I found the word Hebrew appear in Genesis 40:15

New International Version
I was forcibly carried off from the land of the Hebrews, and even here I have done nothing to deserve being put in a dungeon.

I'm unable to understand the sentence of the verse above.... because to me it can mean :
A. Joseph is not a Hebrew but he live in the land of the Hebrews before
B. Joseph is a Hebrew and he is indirectly telling to whom he talking with that he is a Hebrew.

New Living Translation
For I was kidnapped from my homeland, the land of the Hebrews, and now I’m here in prison, but I did nothing to deserve it.

This verse is clearer to me, it's B. But still I'm lost as I can't find in the Bible how is the origin of Hebrews people and the Hebrew Land even after I go back to the story from Abraham.

Abraham is from Ur-Kasdim, and from this wiki it said it's in the land of Mesopotamia. And wiki also said that this is Abraham's native land. So my own conclusion : Abraham is not a Hebrew, and I think he is Sumerian.

Later on Abraham is in Canaan land, which I assume the natives there are Canaanites.
Next, I think Isaac was born in Canaan Land. Later, I think Jacob was also born in Canaan Land. After that I'm lost as it's not clear to me where the 12 children were born and their native. Maybe because I didn't read the story thoroughly.

A man who had escaped came and reported this to Abram the Hebrew.

I found that Abraham is referred as a Hebrew in Genesis 14:13. But how did he get it ? I mean when I put the story-teller position is in around at the actual time of the event, then where is the land of the Hebrews at the time of Genesis 14:13 happen ? Who are the other Hebrews besides Abraham at that time ?

2 Answers 2


There is a short but definitive article published in the Journal of Evangelical Theological Society in 2012 What's in a Name? An Examination of the Usage of the term "Hebrew" in the Old Testament written by an OT Professor Dr. Matt Akers which describes the difference between "Hebrew" and "Israel" in the OT, and how both Hebrew and Israel "finally became a racial designation for God's covenant people."

After introducing the pliability of ethnonyms (II), Eber's relationship to the Hebrews (III), and the usage of HABIRU (cognate of Hebrew) in extant ancient literature (IV) the article analyzed Old Testament's usage of "Hebrew" to discern what the author wanted to distinguish from "Israel" (V).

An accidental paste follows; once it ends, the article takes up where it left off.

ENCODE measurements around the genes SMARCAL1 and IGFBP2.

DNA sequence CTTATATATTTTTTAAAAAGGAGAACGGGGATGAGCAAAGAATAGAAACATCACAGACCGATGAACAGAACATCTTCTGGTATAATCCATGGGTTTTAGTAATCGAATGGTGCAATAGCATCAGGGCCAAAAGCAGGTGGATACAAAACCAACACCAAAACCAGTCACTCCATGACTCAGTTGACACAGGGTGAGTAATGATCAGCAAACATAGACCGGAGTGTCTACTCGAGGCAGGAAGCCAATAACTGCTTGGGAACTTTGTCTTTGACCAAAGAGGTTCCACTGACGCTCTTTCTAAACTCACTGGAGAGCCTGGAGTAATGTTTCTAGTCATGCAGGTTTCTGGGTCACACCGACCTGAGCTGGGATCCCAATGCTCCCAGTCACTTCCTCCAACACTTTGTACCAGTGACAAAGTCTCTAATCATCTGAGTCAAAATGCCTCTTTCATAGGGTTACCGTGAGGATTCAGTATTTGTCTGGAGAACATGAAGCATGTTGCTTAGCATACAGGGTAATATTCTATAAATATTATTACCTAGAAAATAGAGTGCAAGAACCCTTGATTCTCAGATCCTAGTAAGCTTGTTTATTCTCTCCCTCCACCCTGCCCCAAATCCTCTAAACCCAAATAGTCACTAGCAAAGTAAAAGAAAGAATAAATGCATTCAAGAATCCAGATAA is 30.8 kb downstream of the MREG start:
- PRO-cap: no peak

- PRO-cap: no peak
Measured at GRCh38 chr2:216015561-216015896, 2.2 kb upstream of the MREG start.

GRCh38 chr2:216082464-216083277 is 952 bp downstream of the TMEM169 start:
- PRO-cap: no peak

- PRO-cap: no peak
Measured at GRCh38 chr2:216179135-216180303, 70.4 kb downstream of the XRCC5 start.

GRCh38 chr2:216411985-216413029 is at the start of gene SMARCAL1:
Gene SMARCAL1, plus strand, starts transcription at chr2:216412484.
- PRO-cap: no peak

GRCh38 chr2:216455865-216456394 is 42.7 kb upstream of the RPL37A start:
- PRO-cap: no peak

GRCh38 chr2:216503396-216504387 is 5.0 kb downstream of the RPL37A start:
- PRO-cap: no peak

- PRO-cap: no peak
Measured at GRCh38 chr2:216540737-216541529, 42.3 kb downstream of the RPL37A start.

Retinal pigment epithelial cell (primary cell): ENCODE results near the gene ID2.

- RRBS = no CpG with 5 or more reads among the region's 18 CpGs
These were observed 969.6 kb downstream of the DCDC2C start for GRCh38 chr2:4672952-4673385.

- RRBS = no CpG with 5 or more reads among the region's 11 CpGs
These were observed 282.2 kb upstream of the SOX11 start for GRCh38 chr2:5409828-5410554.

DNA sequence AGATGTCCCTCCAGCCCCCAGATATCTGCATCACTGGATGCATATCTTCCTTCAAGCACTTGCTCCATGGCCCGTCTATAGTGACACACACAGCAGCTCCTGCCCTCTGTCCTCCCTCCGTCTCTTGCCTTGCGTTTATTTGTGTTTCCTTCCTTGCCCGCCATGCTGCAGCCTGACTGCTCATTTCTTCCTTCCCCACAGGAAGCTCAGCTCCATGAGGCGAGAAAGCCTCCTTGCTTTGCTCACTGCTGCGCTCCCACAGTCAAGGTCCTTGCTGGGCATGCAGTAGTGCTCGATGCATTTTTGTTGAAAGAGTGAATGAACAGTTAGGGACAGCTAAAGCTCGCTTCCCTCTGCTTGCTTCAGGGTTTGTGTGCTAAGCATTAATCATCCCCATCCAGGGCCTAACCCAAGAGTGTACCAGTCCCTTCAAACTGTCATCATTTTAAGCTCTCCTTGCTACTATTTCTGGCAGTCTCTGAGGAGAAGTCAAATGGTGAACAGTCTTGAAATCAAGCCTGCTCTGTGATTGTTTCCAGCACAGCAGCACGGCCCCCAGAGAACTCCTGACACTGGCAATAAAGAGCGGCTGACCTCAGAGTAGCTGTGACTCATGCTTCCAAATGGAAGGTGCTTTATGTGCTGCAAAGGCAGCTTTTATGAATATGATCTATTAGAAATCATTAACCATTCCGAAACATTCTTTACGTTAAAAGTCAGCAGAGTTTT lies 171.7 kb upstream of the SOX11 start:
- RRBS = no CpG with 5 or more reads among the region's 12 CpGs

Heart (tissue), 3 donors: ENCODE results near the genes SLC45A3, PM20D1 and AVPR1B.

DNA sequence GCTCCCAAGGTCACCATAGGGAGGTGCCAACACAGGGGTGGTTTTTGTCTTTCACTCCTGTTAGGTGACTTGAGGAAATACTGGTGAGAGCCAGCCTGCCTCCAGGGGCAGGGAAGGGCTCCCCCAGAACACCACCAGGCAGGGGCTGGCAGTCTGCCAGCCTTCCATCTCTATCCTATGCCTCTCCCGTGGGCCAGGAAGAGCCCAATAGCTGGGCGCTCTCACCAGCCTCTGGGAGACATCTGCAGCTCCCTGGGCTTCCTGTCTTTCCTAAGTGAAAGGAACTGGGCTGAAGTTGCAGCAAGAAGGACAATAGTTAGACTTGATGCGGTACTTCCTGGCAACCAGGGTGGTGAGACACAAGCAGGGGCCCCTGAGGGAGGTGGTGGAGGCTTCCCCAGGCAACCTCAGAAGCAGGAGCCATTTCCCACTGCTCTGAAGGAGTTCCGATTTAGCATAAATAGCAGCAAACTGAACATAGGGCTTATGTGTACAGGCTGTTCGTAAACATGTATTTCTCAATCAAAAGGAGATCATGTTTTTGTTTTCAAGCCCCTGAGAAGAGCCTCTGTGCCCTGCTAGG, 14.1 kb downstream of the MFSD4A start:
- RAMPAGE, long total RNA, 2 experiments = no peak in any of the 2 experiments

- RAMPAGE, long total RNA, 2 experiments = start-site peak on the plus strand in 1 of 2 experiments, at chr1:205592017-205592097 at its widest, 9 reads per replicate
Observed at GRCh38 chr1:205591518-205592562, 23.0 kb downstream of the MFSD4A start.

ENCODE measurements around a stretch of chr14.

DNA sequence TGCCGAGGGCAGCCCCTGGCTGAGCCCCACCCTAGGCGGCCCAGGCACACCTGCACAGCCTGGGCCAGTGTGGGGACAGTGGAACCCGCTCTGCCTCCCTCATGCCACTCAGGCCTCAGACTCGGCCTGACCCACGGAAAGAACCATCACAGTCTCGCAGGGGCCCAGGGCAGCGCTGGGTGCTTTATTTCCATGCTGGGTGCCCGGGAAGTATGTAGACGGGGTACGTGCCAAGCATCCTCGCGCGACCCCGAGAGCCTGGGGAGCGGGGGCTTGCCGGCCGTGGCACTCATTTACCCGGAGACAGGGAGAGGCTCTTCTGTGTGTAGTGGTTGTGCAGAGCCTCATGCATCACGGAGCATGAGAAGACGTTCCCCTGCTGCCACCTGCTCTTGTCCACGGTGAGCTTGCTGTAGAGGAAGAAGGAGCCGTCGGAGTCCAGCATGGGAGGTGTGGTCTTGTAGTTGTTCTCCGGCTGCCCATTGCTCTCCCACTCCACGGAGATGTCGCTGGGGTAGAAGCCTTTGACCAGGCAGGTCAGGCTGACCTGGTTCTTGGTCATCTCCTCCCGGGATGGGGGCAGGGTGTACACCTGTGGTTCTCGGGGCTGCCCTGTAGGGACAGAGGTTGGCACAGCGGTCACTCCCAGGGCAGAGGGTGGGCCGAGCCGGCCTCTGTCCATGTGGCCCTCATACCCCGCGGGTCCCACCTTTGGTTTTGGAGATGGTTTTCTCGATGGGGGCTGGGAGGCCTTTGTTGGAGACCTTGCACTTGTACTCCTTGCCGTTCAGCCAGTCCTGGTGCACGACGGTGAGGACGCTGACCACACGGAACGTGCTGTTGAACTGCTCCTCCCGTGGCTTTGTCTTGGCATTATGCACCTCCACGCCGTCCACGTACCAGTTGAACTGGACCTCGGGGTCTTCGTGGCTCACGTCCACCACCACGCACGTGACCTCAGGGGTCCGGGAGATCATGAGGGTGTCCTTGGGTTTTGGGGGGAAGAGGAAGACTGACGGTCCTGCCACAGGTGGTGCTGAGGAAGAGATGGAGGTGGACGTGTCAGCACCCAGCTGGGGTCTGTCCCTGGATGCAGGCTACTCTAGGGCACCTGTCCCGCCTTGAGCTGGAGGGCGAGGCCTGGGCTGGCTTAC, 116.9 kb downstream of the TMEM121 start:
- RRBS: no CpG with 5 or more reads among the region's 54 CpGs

Here's the conclusion (VI):

After analyzing the above evidence, several observations may be made. First, “Hebrew” and Habiru certainly are cognates. Both words, second, possess nearly identical shades of meaning. The terms were ethnic designations that over time began to denote immigrants, warriors, and servants. Third, one of the earliest references to the Habiru hails from Mesopotamia, the region from which God called Abram the Hebrew. The shared geography cannot be a coincidence.

For these reasons, the populace of the ancient Near East would have regarded Abraham, Isaac, Jacob, and Joseph as Habiru because of their semi-nomadic sojourner lifestyle. It does not follow, however, that they would have considered the Habiru to be Israelites as the lineage of Eber establishes. Simply put, in the early OT era, “Hebrew” refers to any descendant of Eber, while “Israelite” pertains only to the branch of Eber’s family that Jacob sired. Only later in OT history did “Hebrew” finally become a racial designation for God’s covenant people.

Another journal article The Habiru and the Hebrews: From a Social Class to an Ethnic Group published in Volume 7 Issue 3 of the Jewish Bible Quarterly provides a similar conclusion. The article provides additional details on the archaeological discoveries relied on by the JETS article.

Concluding paragraph from the article (emphasis mine):